Whether you own a charming brownstone in the French Quarter or a large parcel of land in Baton Rouge, your home is probably your most valuable asset. You should do everything in your power to protect it.
As a property owner in Louisiana, you likely have two or three neighbors whose land borders yours. While it may seem surprising, those neighbors might be able to gain legal title to pieces of your property under a legal concept called adverse possession. And while it might be less likely, an unknown trespasser could also squat on your land and develop the same type of claim to legal ownership.
To make sure that your land remains yours and that a neighbor can’t lay claim to a portion of it, it's wise to familiarize yourself with Louisiana’s rules on adverse possession. You yourself may also someday need to assert an adverse possession claim over land that you feel you’ve developed a right to use and want to continue using.
Adverse possession is a legal concept that allows a trespasser – sometimes a stranger but more often a neighbor – to gain legal title over the land of a property owner. The concept developed in early Britain. More recently, though, the law’s function has been to achieve a fair result when one owner has neglected or forgotten about a piece of land while another has been using or caring for it for so long that to make that person leave would create hardship.
Adverse possession in Louisiana is controlled by state statute, but also by the courts. Importantly, the burden of proof to establish a claim of adverse possession is on the trespasser. The legal holder of title has the presumption of ownership until the adverse possessor can meet that burden. In other words, it is the trespasser’s job to prove that the judge should give him or her ownership over the land.
There is no single statute in Louisiana that spells out the elements that a trespasser must establish to prove adverse possession. Rather, the courts have established a variety of such factors over many decades. As in most states, adverse possession in Louisiana is established from the nature of a trespasser’s possession and the length of time he or she possesses the land. A trespasser’s possession must be:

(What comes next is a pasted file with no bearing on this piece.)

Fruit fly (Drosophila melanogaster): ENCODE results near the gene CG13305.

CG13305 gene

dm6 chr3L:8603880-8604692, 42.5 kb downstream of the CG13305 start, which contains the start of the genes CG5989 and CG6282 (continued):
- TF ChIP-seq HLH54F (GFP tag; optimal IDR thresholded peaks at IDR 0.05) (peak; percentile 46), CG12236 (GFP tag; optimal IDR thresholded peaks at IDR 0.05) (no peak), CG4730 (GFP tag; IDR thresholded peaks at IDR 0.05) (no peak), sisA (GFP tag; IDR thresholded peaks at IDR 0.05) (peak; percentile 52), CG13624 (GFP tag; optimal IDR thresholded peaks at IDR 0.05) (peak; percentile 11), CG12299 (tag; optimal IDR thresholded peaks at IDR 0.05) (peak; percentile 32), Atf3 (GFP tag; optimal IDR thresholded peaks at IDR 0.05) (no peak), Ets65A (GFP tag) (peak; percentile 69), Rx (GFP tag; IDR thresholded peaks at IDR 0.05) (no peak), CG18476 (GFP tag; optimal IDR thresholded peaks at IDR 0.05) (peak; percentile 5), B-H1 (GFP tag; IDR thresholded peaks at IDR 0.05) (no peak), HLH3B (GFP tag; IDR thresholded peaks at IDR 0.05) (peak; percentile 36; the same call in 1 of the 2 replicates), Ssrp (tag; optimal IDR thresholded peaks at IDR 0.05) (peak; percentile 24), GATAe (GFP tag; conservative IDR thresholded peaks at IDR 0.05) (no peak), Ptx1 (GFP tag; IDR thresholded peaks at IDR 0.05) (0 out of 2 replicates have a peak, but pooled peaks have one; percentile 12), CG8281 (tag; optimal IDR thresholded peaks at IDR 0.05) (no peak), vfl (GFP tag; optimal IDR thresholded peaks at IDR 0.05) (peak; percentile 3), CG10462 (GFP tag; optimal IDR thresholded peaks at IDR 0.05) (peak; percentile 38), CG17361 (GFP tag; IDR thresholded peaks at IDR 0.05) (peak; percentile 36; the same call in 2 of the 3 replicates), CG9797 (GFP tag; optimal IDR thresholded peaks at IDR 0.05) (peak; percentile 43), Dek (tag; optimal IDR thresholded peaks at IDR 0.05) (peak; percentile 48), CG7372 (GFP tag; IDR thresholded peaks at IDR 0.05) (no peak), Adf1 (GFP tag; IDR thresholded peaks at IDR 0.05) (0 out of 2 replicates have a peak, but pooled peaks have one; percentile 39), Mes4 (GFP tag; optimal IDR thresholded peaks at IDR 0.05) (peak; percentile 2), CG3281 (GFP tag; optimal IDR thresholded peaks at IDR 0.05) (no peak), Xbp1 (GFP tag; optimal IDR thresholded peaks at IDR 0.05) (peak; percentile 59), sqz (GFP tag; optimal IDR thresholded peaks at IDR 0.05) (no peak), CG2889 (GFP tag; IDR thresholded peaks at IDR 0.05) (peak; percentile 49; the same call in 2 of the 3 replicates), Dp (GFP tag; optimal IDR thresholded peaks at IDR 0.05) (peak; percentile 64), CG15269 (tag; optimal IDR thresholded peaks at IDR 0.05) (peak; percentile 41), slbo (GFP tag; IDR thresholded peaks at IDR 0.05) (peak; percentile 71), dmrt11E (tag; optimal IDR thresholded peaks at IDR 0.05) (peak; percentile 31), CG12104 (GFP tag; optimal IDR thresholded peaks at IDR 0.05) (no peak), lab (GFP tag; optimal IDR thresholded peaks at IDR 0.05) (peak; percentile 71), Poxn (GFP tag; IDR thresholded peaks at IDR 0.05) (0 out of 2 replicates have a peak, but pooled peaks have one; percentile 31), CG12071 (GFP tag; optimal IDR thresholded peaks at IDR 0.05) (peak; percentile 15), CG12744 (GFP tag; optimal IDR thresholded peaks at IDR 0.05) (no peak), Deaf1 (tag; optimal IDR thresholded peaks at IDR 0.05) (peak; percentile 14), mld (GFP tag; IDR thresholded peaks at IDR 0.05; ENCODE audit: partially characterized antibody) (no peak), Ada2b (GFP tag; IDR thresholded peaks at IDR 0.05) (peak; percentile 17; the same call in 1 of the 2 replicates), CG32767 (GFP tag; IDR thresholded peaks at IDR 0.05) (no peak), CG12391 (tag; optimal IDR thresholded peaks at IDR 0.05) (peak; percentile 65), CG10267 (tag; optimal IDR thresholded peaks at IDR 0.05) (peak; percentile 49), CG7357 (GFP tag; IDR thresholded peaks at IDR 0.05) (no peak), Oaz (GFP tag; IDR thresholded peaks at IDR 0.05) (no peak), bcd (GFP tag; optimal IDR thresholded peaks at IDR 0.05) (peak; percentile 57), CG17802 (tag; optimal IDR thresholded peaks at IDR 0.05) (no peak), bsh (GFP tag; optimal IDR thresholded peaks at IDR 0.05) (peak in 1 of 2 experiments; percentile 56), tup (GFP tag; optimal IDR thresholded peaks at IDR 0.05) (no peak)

For example, imagine that Mary and Marty live next to one another in New Orleans. No dividing fence or boundary exists between their yards. Marty builds a shed that is actually on Mary’s side of the property, covering about ten square feet of earth. Marty doesn’t say anything. Marty uses the shed as if it were on his own land. He does this for ten years. Under the rubric described above, Marty can probably establish that he “owns” the land on which he was encroaching. Mary could have stopped Marty by asking, over those ten years, that he remove his shed, or sign a rental agreement. But Louisiana courts won’t let her suddenly eject Marty after having sat on her rights for more than a decade.
The doctrine of adverse possession protects someone who has honestly entered and held possession in the belief that the land is his or her own, as well as one who knowingly appropriates the land of others for the specific purpose of acquiring title. In other words, in Louisiana, there is no requirement that the entry and continued possession of the property be done with knowing or intentional hostility.
Rather, any entry and possession for the required ten years that is exclusive, continuous, hostile, actual, and open – even if under a mistaken claim of title – is sufficient to support a claim of title by adverse possession. In our example above, it doesn’t matter whether Marty built the shed knowing that he was on Mary’s land, or whether he built it mistakenly thinking it was on his own land. His intent has no bearing on his eventual claim for title under adverse possession.
What should you do if you spot a trespasser or a neighbor encroaching on your land? Chances are, it’s an innocent mistake on their part. Given that, your first step should be to nicely ask the person to move. More often than not, the person will comply.
If that doesn’t work, you may be forced to consult a lawyer and bring an action to quiet title – a legal method for determining who owns a piece of land. In an action to quiet title, you’re asking a Louisiana state court judge to issue an order declaring that you, and not the trespasser, are the true owner of the land. This order is particularly helpful if you are seeking to sell your property, and need to reassure potential buyers.
Land held by Louisiana’s government entities are generally immune from adverse possession actions. In other words, title to public lands generally can’t be acquired by adverse possession as against the state. So, if you live next to an unused state park in Baton Rouge, you won’t be able to expand your backyard by planting a garden and waiting a decade. Louisiana will retain legal ownership.